NORTHALLERTON Prison was a big part of life for anyone growing up in and around the town, whether they realised it or not.

From those who remember the sight of military prisoners on the roof throwing tiles onto the street below during the Glasshouse Riots of 1946, to those who based creative writing projects on it while at school, to those who visited as college students to speak to young offenders, the imposing building just off the town centre was hard to ignore.

The town was shocked in 2013 when the Ministry of Justice announced the prison was to close, and staff, very much part of the local community, staged protests about the decision.

Four years on, the site is now owned by Hambleton District Council, which has signed a deal with Hull-based Wykeland Group to redevelop the 3.4 acres of land.

All but five listed buildings – the governor’s house, administration block, entrance building, old female wing and segregation / healthcare unit – have been demolished.

York Archaeological Trust staff spent a month excavating parts of the site, looking for evidence of early life at the prison and the council twice opened it up to the public to show off their findings.

The sessions were hugely popular – about 700 people attended the first one – with residents, former staff and even ex-inmates keen to come back and have a look.

“There are lots and lots of stories out there,” says Aly Thompson from the council. “We knew it would be busy. After the first day people were saying that they were going to come back and have another look.

“We had people queueing to come in. People remember it [the prison], and they haven’t been inside before, so they want to have a look. There is a real fascination there.”

On the site of the old kitchens, the base of the large, Victorian chimney was unearthed. Visitors to the open day were talked through the early foundations which were discovered – two to three feet deep, they made Shawshank Redemption-style escapes impossible.

The part of the site which provoked the most interest among visitors was where the infamous treadmill once stood. Now its foundations are a fairly innocuous arrangement of bricks, but just under 200 years ago, the area would have been the scene of serious toil.

Treadmills – a large wheel with steps seven inches apart – were introduced to prisons in 1818.

Prisoners walked on these steps for up to ten hours a day – ten minutes on, five minutes off.

At Northallerton, the first treadmill was introduced in 1821 and by 1837 there were five. At one time, it was reputed that Northallerton had the largest treadmill in the world.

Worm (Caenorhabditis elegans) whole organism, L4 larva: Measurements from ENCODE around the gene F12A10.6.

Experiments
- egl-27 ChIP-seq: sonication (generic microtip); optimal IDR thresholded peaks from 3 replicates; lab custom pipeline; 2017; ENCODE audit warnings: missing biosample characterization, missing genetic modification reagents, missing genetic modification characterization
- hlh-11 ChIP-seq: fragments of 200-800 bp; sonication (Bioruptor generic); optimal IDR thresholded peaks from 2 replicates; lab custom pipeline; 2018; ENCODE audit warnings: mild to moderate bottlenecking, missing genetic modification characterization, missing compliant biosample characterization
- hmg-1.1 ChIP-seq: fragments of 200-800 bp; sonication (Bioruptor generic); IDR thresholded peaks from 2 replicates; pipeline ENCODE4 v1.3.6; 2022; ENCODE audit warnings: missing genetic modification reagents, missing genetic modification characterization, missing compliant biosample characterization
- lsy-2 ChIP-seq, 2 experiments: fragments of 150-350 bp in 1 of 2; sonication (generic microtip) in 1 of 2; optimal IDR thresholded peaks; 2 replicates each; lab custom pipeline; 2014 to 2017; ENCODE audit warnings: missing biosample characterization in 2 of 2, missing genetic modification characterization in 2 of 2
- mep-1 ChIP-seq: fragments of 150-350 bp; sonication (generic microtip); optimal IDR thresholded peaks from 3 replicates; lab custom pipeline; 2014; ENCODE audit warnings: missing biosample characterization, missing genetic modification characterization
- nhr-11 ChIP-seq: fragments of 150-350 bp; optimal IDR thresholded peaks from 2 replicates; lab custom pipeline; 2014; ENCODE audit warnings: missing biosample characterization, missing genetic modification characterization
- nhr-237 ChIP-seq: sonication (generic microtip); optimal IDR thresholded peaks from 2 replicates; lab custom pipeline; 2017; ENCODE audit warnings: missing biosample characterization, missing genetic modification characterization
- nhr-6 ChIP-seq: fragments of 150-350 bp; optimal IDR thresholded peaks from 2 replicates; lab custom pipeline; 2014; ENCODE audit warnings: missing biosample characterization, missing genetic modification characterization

They were used as punishment but also had a more practical purpose. Male prisoners at Northallerton ground grain from local farmers, while the women pumped water from the well.

Most of the items of ‘treasure’ found during the excavation was unearthed in the treadmill area, including a padlock and set of manacles.

Overall, very few removable items were unearthed. No wooden remains of the treadmill exist – every bit of useable wood is thought to have been taken away and put to use in other parts of Northallerton.

Aly says: “There hasn’t been a lot of stuff found. It was a prison, so anything that could have been made into a weapon was removed.”

Were any bones found?

“We thought we might find bones, but there was never any evidence that there would be,” she says.

Another area excavated was a block which housed a hospital, baths and stores. A burning spot thought to have been used to heat water for use by the doctor was discovered.

The site of a wall belonging to the original quadrangle prison, which opened in 1788 was also unearthed, the earliest element of the site.

Archaeologists dated it by the changing size of bricks – because of the brick taxes of the late 18th and early 19th Centuries, bricks became progressively larger in a bid to minimise the rates paid.

What was the old female wing of the prison overlooks this part of the site, and visitors to the open days were able to look around the cells.

These were not heated, and during the prison’s early days, the barred windows were open to the elements.

Downpipes to provide drainage (and therefore toilets) were only fitted to the cells in 1993. Prisoners ‘slopped out’ until then.

One of the archaeology team adds: “Early prisoners faced being on the treadmill all day, and then spending all night shivering in an unheated cell. It was a harsh place to live.”

Prisoners worked as weavers and match makers, and as well as being engaged on the treadmill, they could also be occupied with the crank – turning a handle attached to a drum, often in a cell.

Thousands of turns a day were done and they were counted before privileges were granted – 2,000 would give breakfast, 3,000 supper or dinner.

The warders could tighten the crank making it harder to turn – hence the phrase ‘screws’. Northallerton had a crank until 1904, and was possibly one of the last prisons in the country to use one.

What now for the site?

As revealed in the Darlington & Stockton Times last week, the future plans include shops, workspace, apartments, restaurants, a cinema and a quadrangle for public events – all subject to planning permission and discussions with potential operators.

Work is expected to begin next year in two or three phases, with a planning application and public consultation expected in the near future.

*Next week: Daring escapes and public anger – how scores of determined prisoners made their bids for freedom in the 1960s and 70s.